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Peak Performance Management, Inc. | Pittsburgh, PA

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When you sat down to figure out what the difference was between you and your competitors, what did you discover?  Be honest.  Most of us have not taken the time to think about it.  If we have, there is some bad news.  In most cases, we have the same apparent benefits as our competitor.  However, we should be able to concentrate on 3 to 5 specific things that are different.  File these away in your head.  They have the potential to drive a wedge between our prospect and our competitor.  When we ask assumptive questions that take our company’s strengths for granted, we create a situation where our prospect will discover why we might be a better fit.

We often find ourselves trying to explain to a prospect why our product or service is better than the competitors.  “Our service is better.”  “We’re number 1 in the industry.” “We’ve got the best prices.”  These aren’t specific and everyone says these things.  Do you honestly believe your competitor is saying, “Our service is poor, hardly anyone decides to work with us, and we are terribly overpriced.”  No, our competitor is talking up the same features that we are, whether it is true or not.  We need to get specific in what differentiates us.  Really put some thought into what makes you different.  Once we go below the surface, we discover that there are usually some key differences.  Do you offer a monthly report on the status of a project?  Do you guarantee estimate pricing?  Do your customers have a direct line to someone who can solve a problem immediately?  These are just examples, make sure that you discover some that are truly unique to your company.  In addition to being unique, the feature must provide high payoff to the client in order to motivate them to make changes.  If everyone in your industry guarantees estimate pricing then don’t use that.  Every company has something unique.  If our unique feature might be a benefit to the prospect it can be used as an advantage.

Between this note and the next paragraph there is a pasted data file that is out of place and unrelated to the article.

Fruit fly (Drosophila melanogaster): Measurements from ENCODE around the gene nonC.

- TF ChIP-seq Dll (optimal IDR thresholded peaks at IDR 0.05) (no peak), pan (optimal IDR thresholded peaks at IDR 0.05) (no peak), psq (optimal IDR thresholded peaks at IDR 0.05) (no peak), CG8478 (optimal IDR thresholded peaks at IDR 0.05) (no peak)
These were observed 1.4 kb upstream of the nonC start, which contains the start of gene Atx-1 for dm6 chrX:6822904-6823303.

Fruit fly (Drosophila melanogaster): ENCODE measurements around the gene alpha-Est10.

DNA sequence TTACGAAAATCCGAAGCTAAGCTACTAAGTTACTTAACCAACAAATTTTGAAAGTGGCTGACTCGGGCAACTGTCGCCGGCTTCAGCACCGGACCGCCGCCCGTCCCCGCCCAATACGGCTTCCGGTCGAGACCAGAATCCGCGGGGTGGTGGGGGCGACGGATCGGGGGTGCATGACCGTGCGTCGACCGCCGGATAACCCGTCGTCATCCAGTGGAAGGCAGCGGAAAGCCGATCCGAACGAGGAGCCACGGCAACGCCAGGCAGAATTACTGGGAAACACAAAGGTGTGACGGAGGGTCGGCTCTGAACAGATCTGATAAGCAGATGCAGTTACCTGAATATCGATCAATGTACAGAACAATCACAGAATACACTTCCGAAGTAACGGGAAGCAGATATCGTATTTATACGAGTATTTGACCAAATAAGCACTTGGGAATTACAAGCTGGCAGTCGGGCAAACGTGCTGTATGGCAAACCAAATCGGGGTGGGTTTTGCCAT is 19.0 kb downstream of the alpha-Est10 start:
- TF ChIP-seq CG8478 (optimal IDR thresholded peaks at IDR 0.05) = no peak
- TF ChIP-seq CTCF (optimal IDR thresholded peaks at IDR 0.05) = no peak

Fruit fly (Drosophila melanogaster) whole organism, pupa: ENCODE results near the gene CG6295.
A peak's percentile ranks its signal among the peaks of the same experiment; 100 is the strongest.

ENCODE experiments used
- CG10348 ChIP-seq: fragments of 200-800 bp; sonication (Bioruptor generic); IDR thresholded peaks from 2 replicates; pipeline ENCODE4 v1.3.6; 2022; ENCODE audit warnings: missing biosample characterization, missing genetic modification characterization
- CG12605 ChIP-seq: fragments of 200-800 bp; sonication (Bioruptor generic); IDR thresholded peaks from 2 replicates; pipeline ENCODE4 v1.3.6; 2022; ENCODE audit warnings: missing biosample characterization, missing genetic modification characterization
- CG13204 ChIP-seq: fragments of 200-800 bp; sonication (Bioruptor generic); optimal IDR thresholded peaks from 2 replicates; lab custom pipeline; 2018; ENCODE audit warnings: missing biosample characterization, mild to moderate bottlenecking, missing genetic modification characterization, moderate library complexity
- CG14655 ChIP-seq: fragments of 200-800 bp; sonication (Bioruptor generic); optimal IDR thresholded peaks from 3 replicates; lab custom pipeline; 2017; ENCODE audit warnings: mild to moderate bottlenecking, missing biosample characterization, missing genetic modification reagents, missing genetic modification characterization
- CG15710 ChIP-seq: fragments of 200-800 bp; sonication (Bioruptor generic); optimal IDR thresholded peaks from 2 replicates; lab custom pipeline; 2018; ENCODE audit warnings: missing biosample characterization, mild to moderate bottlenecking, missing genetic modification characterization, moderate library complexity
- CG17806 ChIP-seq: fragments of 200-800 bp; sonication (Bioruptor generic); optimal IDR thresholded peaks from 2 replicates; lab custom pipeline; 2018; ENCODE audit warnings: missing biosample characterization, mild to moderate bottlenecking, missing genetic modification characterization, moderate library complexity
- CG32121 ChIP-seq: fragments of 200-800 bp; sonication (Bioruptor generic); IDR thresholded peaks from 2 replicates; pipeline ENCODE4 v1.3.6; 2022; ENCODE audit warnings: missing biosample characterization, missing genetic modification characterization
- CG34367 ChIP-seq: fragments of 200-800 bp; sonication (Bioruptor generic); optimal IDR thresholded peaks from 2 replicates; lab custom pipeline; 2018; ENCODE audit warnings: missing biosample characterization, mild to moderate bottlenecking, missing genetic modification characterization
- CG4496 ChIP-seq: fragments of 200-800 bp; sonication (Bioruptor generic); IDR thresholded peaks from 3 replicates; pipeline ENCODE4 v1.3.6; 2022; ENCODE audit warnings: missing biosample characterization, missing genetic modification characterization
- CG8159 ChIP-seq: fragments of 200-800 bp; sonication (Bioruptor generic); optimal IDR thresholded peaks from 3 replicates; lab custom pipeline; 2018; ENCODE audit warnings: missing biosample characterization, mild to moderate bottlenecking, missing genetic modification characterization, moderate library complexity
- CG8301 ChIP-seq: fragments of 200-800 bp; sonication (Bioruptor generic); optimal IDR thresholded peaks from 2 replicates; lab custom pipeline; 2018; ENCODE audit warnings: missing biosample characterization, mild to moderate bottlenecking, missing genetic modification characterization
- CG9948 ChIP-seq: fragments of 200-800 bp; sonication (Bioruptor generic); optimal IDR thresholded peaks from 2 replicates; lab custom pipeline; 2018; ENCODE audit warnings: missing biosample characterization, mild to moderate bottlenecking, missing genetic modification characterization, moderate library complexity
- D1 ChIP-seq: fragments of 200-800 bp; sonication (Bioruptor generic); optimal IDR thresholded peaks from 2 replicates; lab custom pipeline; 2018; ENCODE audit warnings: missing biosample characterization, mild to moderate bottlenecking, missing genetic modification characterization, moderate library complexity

The problem is if we simply tell a prospect about our unique feature they frequently don’t believe us or don’t care.  They have to discover these benefits on their own.  So it is our job to guide them.  Use an assumptive question about our competitor that guides them into discovering a benefit to working with us.  “When ABC Company gives you a monthly report on the status of the project, are you frequently comfortable with the progress?”  “After XYZ Company guaranteed the estimate price wouldn’t change, did you have any other pricing concerns?”  “When your current personalized customer service rep replies to your calls within 24 hours, what is the greatest payoff for you?”  These are just a few examples that let our prospect discover that there might be a deficiency in what our competitor is offering.  

When we make an assumption that our prospect is getting a service unique to our company from a competitor and our prospect realizes that it is a service they are not being offered, it plants a seed of doubt about our competitor.  When asked in an assumptive way it seems like they would be a fool not to get this service.  It places us in a preferred position without ever directly attacking our competition.  If we wedge enough doubts into our prospect about what a competitor can deliver then we will quickly splinter any possibility of losing the business and are free to go for the close.

Free eBook: LinkedIn the Sandler WayThree Biggest Sales Mistakes You Should Never Make
How you interact with your prospects the first time you meet them—before you ever make a presentation—can have a greater impact on your likelihood of closing a sale than the actual aspects of the product or service you have to offer.

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